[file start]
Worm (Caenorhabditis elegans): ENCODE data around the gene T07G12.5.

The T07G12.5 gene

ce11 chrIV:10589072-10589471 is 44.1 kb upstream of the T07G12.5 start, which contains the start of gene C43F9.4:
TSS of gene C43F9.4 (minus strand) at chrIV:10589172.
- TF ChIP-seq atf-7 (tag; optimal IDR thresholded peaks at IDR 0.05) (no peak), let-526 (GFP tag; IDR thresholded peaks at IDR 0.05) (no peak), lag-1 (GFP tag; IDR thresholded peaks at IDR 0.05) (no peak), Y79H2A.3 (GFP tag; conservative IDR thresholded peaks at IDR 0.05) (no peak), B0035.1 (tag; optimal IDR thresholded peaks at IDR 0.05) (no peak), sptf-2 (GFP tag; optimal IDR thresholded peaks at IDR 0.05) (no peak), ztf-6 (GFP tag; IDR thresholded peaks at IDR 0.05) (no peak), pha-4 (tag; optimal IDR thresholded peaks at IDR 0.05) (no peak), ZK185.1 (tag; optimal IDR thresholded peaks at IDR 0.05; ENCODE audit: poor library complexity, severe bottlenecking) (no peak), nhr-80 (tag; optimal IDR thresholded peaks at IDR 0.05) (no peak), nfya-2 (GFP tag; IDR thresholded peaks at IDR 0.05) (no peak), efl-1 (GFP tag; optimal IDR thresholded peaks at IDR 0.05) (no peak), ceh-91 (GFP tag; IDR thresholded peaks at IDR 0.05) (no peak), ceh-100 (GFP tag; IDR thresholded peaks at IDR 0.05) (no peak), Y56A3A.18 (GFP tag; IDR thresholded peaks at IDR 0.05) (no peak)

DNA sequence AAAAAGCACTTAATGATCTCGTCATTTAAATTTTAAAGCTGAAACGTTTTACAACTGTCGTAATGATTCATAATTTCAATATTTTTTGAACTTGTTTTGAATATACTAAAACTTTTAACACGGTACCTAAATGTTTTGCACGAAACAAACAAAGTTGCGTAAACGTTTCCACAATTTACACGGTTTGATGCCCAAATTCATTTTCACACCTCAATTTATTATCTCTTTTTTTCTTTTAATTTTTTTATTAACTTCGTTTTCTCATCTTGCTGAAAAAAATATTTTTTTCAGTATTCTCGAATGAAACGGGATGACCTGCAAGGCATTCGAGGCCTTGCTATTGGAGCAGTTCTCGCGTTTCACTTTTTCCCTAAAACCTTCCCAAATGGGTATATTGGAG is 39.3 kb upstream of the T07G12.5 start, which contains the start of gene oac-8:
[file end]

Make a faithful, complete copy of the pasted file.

Worm (Caenorhabditis elegans): ENCODE data around the gene T07G12.5.

The T07G12.5 gene

ce11 chrIV:10589072-10589471 is 44.1 kb upstream of the T07G12.5 start, which contains the start of gene C43F9.4:
TSS of gene C43F9.4 (minus strand) at chrIV:10589172.
- TF ChIP-seq atf-7 (tag; optimal IDR thresholded peaks at IDR 0.05) (no peak), let-526 (GFP tag; IDR thresholded peaks at IDR 0.05) (no peak), lag-1 (GFP tag; IDR thresholded peaks at IDR 0.05) (no peak), Y79H2A.3 (GFP tag; conservative IDR thresholded peaks at IDR 0.05) (no peak), B0035.1 (tag; optimal IDR thresholded peaks at IDR 0.05) (no peak), sptf-2 (GFP tag; optimal IDR thresholded peaks at IDR 0.05) (no peak), ztf-6 (GFP tag; IDR thresholded peaks at IDR 0.05) (no peak), pha-4 (tag; optimal IDR thresholded peaks at IDR 0.05) (no peak), ZK185.1 (tag; optimal IDR thresholded peaks at IDR 0.05; ENCODE audit: poor library complexity, severe bottlenecking) (no peak), nhr-80 (tag; optimal IDR thresholded peaks at IDR 0.05) (no peak), nfya-2 (GFP tag; IDR thresholded peaks at IDR 0.05) (no peak), efl-1 (GFP tag; optimal IDR thresholded peaks at IDR 0.05) (no peak), ceh-91 (GFP tag; IDR thresholded peaks at IDR 0.05) (no peak), ceh-100 (GFP tag; IDR thresholded peaks at IDR 0.05) (no peak), Y56A3A.18 (GFP tag; IDR thresholded peaks at IDR 0.05) (no peak)

DNA sequence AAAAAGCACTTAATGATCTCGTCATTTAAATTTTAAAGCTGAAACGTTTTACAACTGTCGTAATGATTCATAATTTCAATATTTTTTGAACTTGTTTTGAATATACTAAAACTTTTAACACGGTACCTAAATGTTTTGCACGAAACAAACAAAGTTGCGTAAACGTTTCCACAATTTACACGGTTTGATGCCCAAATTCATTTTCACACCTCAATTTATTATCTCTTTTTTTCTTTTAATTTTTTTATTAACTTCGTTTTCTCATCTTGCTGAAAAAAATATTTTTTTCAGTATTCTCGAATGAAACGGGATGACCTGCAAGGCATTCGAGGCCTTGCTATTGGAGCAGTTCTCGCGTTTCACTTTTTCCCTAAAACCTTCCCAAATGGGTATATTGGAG is 39.3 kb upstream of the T07G12.5 start, which contains the start of gene oac-8: